Callback Functions

In JavaScript, functions are first-class objects. In other words, they can be treated the same way as variables. A callback function, in its most basic form, is a function that is passed as an argument to another function. This allows a function to call another function, usually after performing asynchronous tasks like retrieving data from a remote endpoint, handling events, etc. The parent function or the function that invokes the callback is referred to as a higher-order function (HOF).

Many of JavaScript’s built-in functions accept a callback as an argument—e.g., setTimout, setInterval, addEventListener—and array methods like find, filter, some, map, forEach, etc.

Let’s look at the setTimeout function, which takes a callback function and a timer (usually called the delay in milliseconds) as an argument. It executes the callback once the delay elapses.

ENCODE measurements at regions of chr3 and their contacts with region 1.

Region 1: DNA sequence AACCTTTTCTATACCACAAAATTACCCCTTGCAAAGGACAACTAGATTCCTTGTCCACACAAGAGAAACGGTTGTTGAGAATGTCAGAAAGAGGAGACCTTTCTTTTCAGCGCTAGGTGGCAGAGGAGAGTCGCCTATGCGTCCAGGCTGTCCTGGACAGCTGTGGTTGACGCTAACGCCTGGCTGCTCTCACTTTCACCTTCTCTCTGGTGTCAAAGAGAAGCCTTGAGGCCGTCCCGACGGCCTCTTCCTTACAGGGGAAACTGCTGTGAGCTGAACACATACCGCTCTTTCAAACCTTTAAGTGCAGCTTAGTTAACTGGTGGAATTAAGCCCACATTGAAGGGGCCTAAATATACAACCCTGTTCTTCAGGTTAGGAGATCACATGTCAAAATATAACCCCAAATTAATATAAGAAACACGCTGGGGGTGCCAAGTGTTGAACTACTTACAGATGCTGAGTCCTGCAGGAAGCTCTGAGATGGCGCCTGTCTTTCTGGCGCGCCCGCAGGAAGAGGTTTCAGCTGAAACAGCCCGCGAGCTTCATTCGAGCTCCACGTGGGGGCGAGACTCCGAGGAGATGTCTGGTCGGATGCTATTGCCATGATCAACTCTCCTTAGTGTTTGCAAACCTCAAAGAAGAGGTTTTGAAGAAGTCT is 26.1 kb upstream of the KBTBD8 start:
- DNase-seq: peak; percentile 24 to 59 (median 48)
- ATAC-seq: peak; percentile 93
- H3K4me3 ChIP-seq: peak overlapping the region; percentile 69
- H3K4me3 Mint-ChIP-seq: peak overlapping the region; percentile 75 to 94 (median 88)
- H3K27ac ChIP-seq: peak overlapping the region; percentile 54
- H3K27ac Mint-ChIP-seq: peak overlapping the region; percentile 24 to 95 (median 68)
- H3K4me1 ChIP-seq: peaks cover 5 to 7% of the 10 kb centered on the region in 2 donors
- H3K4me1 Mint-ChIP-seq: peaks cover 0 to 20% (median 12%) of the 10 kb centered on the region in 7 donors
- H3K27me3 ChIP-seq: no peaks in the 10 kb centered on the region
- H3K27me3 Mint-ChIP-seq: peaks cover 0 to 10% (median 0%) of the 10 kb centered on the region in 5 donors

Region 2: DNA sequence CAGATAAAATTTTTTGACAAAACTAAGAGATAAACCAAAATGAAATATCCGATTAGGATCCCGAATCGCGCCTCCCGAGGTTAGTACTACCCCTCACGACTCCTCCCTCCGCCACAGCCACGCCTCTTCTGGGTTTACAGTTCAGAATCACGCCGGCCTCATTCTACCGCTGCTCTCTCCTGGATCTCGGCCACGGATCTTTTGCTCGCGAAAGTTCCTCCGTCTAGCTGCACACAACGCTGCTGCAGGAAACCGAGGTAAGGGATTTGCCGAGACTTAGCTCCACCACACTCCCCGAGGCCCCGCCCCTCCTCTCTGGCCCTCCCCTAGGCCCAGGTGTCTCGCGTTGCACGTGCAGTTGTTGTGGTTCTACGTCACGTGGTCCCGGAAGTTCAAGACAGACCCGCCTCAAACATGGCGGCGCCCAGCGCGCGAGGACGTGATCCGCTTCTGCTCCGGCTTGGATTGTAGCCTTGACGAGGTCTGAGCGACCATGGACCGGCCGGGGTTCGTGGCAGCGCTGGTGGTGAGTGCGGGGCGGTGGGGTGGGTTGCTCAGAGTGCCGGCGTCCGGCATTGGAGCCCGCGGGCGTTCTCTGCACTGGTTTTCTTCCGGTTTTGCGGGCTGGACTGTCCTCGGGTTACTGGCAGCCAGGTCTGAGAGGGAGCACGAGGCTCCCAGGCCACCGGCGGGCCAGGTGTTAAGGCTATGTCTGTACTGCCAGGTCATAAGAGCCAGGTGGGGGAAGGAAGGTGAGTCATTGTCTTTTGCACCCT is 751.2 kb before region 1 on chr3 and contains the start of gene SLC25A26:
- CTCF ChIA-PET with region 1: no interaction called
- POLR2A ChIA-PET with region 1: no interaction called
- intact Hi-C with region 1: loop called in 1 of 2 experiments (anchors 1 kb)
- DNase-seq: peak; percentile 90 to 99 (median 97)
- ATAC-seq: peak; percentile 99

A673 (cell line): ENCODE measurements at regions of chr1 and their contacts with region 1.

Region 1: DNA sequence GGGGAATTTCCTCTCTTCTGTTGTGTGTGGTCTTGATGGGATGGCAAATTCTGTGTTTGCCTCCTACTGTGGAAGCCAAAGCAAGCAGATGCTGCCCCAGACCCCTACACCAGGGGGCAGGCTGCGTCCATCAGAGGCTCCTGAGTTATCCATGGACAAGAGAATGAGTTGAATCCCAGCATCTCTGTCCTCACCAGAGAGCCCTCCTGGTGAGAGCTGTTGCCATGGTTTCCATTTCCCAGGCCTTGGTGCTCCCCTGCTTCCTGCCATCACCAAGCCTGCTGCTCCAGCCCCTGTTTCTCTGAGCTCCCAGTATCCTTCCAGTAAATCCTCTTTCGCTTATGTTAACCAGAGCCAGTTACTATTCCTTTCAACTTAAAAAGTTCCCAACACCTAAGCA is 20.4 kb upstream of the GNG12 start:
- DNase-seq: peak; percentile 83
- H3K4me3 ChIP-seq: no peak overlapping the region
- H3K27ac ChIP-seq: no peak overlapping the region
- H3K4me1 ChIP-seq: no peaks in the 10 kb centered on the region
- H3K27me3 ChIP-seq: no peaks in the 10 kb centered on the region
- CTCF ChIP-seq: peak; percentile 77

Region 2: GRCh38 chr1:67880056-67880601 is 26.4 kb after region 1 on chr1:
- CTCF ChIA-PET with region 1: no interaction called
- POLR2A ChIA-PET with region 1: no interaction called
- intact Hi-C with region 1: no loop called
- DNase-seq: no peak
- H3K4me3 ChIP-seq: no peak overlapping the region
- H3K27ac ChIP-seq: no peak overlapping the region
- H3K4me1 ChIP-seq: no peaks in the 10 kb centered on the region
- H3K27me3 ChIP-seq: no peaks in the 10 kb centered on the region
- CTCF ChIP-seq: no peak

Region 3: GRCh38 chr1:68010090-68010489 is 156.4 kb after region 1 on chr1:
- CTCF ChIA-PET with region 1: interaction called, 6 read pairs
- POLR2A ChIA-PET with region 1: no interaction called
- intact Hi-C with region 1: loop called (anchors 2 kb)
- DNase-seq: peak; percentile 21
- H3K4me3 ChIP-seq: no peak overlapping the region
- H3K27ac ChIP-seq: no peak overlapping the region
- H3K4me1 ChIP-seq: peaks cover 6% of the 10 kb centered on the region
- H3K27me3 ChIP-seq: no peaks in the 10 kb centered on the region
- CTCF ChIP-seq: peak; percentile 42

setTimeout(() => {
  console.log("Called after 1 min");
}, 1000);

The code above logs “Called after 1 min” to the console after 1 minute (1000 ms).

Let’s also look at how we can use callback functions with event listeners. Event listeners are used to register callback functions that will be executed when the event being listened for occurs on a target element. Its first argument is usually the name of the event, and its second argument is the callback function to run when the event (such as “click”) happens.

const btn = document.querySelector(".addTodo");
const myFunction = () => console.log("I was clicked");
btn.addEventListener("click", myFunction);

The concept of callback, as discussed above for vanilla JavaScript, also holds for React. A good number of hooks introduced in React 16 accept callback functions.

The most common one among them is the useEffect hook. It takes a callback function as its first argument and an array of dependencies as the second.

export default function Home() {